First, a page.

e.g. "If you are mixing with someone of poor character, don't expect they are going to change just for you (if they are dishonest, they will be dishonest with you too) - from a donkey, what can you expect but a kick?"
Read This Humorous Book About Punctuation And Language : Eats Shoots And Leaves
A Video About Horsey Expressions
Try This Poll About Your Command Of The English Language
© 2010 Diana Grant
Do Leave A Comment--Can You Think Of More Proverbs Or Sayings About Animals?
Diana Grant (author) from United Kingdom on March 13, 2016:
That means you have good skills in English!
amgad.r on March 04, 2016:
thanks. i could do the project easily
Diana Grant (author) from United Kingdom on December 31, 2014:
Who would have thought it? Happy New Year, Paul
Paul from Liverpool, England on December 30, 2014:
Blind as a bat
Diana Grant (author) from United Kingdom on February 17, 2014:
@GrammieOlivia: Better than being catty or ratty!
GrammieOlivia on February 16, 2014:
Love the animal definitions, I'm a bit batty though!
JeffGilbert on February 25, 2013:
Yes, it's always interesting how animals become iconic representational models. Great lens!!
anonymous on February 22, 2013:
Hi, I see you grew up in Africa. I too grew up in Africa, on a gold-mine in the bush in Tanganyika/Tanzania. My book about those years, 'Speak Swahili, Dammit!' has struck a very positive chord with people who lived in East Africa, & has wonderful reviews - press as well as reader-reviews on Amazon in the UK, the USA & Germany. I'd love to hear from you, & you can contact me on facebook, or on my email at firstname.lastname@example.org. Regards & best wishes, JAMES PENHALIGON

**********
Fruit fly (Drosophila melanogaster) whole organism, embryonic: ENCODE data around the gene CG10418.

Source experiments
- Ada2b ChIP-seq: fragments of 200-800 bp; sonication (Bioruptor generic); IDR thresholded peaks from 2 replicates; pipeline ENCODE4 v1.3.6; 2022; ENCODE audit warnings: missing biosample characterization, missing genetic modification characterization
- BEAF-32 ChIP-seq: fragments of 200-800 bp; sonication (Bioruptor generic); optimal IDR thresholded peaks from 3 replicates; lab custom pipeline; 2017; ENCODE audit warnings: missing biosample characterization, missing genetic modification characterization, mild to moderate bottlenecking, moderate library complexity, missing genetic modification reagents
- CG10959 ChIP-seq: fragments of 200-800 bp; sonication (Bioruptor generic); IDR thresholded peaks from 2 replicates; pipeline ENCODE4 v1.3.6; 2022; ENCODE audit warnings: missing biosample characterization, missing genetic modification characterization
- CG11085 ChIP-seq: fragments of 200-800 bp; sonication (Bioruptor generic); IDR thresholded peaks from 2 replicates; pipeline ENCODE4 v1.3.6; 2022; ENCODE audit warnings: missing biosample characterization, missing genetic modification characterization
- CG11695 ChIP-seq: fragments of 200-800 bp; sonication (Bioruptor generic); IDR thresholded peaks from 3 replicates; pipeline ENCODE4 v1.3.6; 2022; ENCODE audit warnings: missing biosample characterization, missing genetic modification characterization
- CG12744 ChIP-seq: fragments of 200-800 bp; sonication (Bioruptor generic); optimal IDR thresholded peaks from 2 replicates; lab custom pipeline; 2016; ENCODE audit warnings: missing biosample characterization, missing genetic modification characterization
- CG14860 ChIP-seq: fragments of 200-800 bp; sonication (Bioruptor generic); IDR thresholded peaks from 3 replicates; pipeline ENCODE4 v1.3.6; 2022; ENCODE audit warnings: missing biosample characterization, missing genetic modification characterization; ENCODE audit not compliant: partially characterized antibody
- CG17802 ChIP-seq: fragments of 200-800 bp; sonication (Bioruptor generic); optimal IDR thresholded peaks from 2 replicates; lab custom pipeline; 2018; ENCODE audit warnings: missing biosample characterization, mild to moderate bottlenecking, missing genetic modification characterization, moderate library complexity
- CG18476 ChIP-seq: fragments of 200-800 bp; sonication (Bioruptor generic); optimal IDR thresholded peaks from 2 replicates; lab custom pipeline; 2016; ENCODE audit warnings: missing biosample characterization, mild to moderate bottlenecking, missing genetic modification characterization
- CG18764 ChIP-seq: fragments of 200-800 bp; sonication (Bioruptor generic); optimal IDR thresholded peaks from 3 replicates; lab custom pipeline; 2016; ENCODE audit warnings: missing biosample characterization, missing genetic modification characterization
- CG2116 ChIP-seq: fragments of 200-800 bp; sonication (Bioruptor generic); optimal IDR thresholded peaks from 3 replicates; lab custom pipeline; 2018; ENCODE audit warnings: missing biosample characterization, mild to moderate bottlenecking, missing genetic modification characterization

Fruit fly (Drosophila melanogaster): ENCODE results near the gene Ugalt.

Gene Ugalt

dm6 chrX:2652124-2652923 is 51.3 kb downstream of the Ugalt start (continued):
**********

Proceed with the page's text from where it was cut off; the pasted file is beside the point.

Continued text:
suepogson on February 17, 2013:
Nice lens - love the expressions and its good to know where they came from .
Diana Grant (author) from United Kingdom on February 13, 2013:
@OhMe: That's the main reason for doing it!
Nancy Tate Hellams from Pendleton, SC on February 12, 2013:
I didn't do too well on the quiz but enjoyed it anyway.
julieannbrady on March 25, 2012:
Ah, that is a funny one that I've heard and said over my lifetime. Hey, hold your horses!!!!
Thrinsdream on February 22, 2012:
Get that muddy dog out of our room . . . well it's a saying in our house! Also my daughter asks of me if I am down "why the long face aardvark" which always make me giggle. Great lens that made me smile. With thanks and appreciation. Cathi x
Miha Gasper from Ljubljana, Slovenia, EU on December 15, 2011:
I did terrible on the quiz! Thanks for your lens, it is always good to learn something new:-)
jimmyworldstar on December 02, 2011:
Great quotes! I like how a lot of them are formed on the traits of animals. Although I'll still never understand the one about the chicken and the road.
JoyfulReviewer on November 25, 2011:
Cool lens idea ... nicely done!
Jerrad28 on May 23, 2011:
awakeningwellness on May 11, 2011:
What a fun collection of proverbs, there are even a few I haven't heard before. :)
jolou on May 11, 2011:
I love pets too. It's surprising how many sayings there are that include animals.
akumar46 lm on May 11, 2011:
Nice collections of proverbs and sayings based on animals.
anonymous on May 11, 2011:
This was a lot of fun, you must have had a very interesting life with all those animals around you!
Jhangora LM on May 11, 2011:
WoW! I wasn't aware mules can reproduce!
anonymous on October 30, 2010:
I'll try to fit as many as I can into conversations the next few days and see if anyone notices that I'm doing it. Fun lens and great quiz!
irenemaria from Sweden on October 02, 2010:
Thank you for the animal lesson! I learn as long as I live!
Delia on October 02, 2010:
Hello Diana, yes from a Squidoo Greeter! what an interesting lens...thanks for sharing! I'm glad you didn't include "healthy as a Horse" that is not a true statement, horses get sick very easily.
Mona from Iowa on October 02, 2010:
Being a critter person this was fun to go through. :)